Today I came across an essay that deals with a question that has plagued Civil War battlefields and museums for decades – how do you attract African Americans to your sites and events?
Having been in the field of public history since 1998, I have heard frustration over a lack of African American participation and enthusiasm voiced over and over again…and no matter how hard sites try to bend over backwards to attract and accommodate a black audience, results never seem to match expectation.
Well, today on a blog operated by the Atlanta Journal Constitution,Natasha McPherson of Spelman College chimed in on this dilemma.
Here’s how she framed her explanation:
“First, this wasn’t our war. Many African-Americans fought and died on both sides of the conflict, but they were excluded from the decision-making process.”
She went on to pose an astonishing question with an even more problematic answer: “But the Civil War led to the abolition of slavery, right? Maybe.”
I would posit that these two quotes from her larger explanation of why African Americans are unconcerned with the Civil War actually raise more questions than they answer.
- Is she giving credence to the Black Confederate myth when she declares that blacks “fought and died on both sides of the conflict”?
- What body of evidence is there that would imply that the Civil War didn't really abolish slavery?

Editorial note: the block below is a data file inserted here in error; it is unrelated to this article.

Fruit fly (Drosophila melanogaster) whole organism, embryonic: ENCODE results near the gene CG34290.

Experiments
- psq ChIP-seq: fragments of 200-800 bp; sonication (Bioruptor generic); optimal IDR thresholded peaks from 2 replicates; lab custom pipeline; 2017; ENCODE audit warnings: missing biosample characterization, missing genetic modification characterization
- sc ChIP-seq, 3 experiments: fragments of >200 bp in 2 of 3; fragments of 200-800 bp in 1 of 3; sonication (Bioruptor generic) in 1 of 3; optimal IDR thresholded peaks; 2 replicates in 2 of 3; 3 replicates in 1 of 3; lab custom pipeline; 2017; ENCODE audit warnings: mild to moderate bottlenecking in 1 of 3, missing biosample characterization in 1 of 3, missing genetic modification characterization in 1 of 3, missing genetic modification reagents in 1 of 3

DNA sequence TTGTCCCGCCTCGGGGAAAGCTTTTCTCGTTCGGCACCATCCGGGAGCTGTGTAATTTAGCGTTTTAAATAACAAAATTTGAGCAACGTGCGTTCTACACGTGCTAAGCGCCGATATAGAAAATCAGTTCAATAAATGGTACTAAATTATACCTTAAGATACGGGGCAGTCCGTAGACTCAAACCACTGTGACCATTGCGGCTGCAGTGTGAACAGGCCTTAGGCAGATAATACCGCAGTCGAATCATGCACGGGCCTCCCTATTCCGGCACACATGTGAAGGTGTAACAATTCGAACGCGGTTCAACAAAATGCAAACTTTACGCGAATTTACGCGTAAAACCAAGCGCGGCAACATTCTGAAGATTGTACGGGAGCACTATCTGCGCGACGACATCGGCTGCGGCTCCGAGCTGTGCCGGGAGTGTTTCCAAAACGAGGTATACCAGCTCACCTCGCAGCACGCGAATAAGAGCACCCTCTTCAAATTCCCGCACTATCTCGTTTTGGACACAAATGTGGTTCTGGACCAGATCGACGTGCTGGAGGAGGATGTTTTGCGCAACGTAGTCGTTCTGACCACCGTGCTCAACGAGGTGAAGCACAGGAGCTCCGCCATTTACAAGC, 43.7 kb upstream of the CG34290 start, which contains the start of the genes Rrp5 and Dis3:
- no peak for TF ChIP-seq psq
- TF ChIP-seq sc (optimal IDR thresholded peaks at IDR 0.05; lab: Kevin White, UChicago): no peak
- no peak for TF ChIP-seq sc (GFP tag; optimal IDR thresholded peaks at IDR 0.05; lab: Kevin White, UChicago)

McPherson begins her essay by stating “most African-Americans regard the Civil War with relative indifference.”
This leads to the issue I allude to in the title of this post – is there any wonder that blacks would be indifferent when the war is framed within this negative and pessimistic context?
The implication is that there is nothing that blacks can take away from the Civil War experience that they can be proud of – it was all too horrible, so why go back and retread such awful and painful ground?
McPherson obviously brings an entirely different set of experiences to her observations and that is fine – I just can’t help but feel different based on my experiences speaking to African American groups and attending living history events with the 23rd United States Colored Troops.
In my experience, the question I hear repeated over and over again within these communities is – why didn’t anybody tell me about this?
At a recent event with the 23rd, I had the pleasure of talking to an African American couple who had driven many miles just to see and talk to the members of the 23rd because they had no idea what USCTs were or how large their participation in the war actually was. They were completely intrigued.
When I was done talking to them, they were literally giddy with what they had just learned and couldn’t wait to go home, buy some books, and learn even more. And this was not an isolated incident. Many African Americans I have spoken to feel a sense of loss that they have gone their whole lives without hearing about black participation in the Civil War.